But they had a lot of long, hard conversations with Rapinoe and former USWNT player Lori Lindsey, and ultimately the fear of repercussions and the desire for privacy was overshadowed by the realization that just by living authentically they could help so many young people — and adults! — be more comfortable in their own skin.
“It was time,” Harris said.
“It's a real thing, you know, and it was difficult to come to the decision, but we're at a point in our lives where we're like, you know what? We're willing to risk it all to really just authentically be ourselves.”
They were flooded with champagne and candy from sponsors, and received calls and texts of support from everyone in positions of power at U.S. Soccer, including then-USWNT head coach Jill Ellis and U.S. Soccer president, Carlos Cordeiro.
The outpouring of support has been so positive and invigorating, that they’ve wondered at times why they didn’t come out much sooner.
But, of course, they had their reasons.
Last year, Lynch sold his majority stake of the Spirit to local tech executive Steve Baldwin. Lynch is still a minority owner of the team.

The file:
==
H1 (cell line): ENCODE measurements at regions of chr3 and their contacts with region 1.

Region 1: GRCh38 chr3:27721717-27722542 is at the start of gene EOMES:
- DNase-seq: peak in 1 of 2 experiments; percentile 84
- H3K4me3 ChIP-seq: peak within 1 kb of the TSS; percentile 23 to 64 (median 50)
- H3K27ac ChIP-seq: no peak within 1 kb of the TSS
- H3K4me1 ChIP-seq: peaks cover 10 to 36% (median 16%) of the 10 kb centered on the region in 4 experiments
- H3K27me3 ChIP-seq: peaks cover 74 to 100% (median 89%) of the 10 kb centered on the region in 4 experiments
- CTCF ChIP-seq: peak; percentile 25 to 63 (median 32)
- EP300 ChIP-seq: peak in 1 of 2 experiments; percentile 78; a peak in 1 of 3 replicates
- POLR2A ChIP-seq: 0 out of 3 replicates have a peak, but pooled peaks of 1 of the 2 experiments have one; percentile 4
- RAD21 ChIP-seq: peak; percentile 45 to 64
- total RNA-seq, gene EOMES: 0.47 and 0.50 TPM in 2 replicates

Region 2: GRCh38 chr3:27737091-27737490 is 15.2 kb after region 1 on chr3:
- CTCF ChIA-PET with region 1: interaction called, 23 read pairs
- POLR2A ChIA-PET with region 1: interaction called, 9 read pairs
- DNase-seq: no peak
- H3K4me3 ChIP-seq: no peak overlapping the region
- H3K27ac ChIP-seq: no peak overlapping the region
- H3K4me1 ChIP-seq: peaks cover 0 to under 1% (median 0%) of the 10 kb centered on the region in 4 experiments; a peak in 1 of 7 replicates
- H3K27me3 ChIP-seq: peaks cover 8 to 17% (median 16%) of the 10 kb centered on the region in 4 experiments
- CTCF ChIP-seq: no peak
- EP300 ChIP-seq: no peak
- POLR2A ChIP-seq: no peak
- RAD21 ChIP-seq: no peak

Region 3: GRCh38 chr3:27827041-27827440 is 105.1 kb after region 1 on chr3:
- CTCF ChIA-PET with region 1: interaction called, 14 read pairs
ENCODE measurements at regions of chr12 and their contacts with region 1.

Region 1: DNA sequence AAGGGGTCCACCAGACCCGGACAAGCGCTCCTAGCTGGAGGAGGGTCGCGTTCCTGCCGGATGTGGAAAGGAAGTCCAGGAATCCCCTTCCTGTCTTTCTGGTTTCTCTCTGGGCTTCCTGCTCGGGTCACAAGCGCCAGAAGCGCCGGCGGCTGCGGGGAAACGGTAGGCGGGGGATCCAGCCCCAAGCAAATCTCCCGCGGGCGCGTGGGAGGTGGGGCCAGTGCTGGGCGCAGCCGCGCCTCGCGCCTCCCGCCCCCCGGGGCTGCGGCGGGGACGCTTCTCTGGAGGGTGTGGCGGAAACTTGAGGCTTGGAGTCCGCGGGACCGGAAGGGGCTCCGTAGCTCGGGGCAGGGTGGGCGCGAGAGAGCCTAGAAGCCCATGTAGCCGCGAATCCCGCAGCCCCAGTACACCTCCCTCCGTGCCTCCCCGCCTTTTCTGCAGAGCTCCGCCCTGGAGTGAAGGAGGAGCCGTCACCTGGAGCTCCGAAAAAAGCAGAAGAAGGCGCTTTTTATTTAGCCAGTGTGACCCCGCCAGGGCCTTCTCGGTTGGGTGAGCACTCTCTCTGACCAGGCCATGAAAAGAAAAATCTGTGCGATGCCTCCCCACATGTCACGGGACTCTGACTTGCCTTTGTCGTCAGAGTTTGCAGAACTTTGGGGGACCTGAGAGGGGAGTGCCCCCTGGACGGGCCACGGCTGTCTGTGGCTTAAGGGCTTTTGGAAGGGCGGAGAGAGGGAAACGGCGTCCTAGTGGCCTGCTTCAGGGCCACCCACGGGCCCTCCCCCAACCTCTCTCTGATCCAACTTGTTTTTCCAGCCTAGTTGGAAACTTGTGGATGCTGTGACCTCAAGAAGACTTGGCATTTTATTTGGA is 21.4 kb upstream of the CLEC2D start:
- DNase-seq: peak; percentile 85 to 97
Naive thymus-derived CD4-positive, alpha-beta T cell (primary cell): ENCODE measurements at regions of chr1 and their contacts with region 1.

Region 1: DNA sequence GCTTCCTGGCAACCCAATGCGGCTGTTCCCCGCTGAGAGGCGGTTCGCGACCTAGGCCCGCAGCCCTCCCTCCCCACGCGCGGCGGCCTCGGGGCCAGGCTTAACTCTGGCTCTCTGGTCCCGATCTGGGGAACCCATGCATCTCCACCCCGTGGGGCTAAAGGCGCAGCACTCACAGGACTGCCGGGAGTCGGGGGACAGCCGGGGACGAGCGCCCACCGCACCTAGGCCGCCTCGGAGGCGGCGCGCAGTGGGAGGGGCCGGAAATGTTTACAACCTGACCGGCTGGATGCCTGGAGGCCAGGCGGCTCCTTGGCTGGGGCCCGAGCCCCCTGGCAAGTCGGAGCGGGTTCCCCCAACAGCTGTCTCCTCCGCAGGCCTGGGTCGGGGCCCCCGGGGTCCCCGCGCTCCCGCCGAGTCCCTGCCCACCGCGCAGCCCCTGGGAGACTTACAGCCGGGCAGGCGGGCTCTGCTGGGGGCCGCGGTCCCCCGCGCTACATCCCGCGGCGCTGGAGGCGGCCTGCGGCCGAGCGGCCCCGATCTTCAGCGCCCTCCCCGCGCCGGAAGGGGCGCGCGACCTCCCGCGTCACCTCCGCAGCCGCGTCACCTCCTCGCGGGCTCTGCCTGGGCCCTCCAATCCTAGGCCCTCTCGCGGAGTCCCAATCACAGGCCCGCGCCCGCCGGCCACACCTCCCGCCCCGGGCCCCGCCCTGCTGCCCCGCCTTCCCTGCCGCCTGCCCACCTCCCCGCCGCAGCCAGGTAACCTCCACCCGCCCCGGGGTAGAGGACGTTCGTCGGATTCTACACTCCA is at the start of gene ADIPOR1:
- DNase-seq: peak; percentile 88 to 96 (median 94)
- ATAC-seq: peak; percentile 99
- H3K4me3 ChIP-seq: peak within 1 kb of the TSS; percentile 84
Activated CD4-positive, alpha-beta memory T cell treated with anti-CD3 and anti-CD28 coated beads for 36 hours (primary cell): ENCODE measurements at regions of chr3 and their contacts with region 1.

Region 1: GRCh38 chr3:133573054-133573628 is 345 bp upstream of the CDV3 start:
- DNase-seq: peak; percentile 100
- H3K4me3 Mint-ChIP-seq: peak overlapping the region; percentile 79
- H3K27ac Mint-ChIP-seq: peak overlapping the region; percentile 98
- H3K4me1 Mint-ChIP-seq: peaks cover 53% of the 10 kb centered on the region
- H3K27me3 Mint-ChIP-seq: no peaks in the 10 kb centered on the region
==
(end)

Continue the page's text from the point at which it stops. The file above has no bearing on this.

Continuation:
This summer — three months after Harris and Krieger announced their engagement — the Spirit held their first official Pride night.
Motivational quote of the day
“If you have a platform, fucking stand for something.”
That’s all for today’s edition of Power Plays. I’ve got a lot more to report about the Athlete Ally Action Awards, and there’s even more to share from my conversation with Harris and Krieger, so stay tuned.
If you were forwarded this email or came here from a direct link, don’t forget to subscribe, so you’ll get the next edition directly into your inbox on Friday.
And please, if you like what you’ve read so far, and want to see more analysis and reporting and in-depth conversations like this with your favorite athletes, tell a friend about Power Plays. I publish newsletters every Monday, Wednesday, and Friday.
Lindsay Gibbs@linzsportsYou probably read @runmarycain's harrowing story about Nike's abuse yesterday. For Power Plays, I talked with @lindsaycrouse to get the story behind the story. "I think the people charged with telling our stories need to change.” https://t.co/xeIRzlWCF5
Lindsay Gibbs@linzsports1. **Fires up PERSONAL NEWS twitter** This week, I am launching Power Plays, a no-bullshit newsletter for fans who are sick of sexism, and ready to see equality for women in sports. https://t.co/adLaagqR8g
Want to get in touch? firstname.lastname@example.org.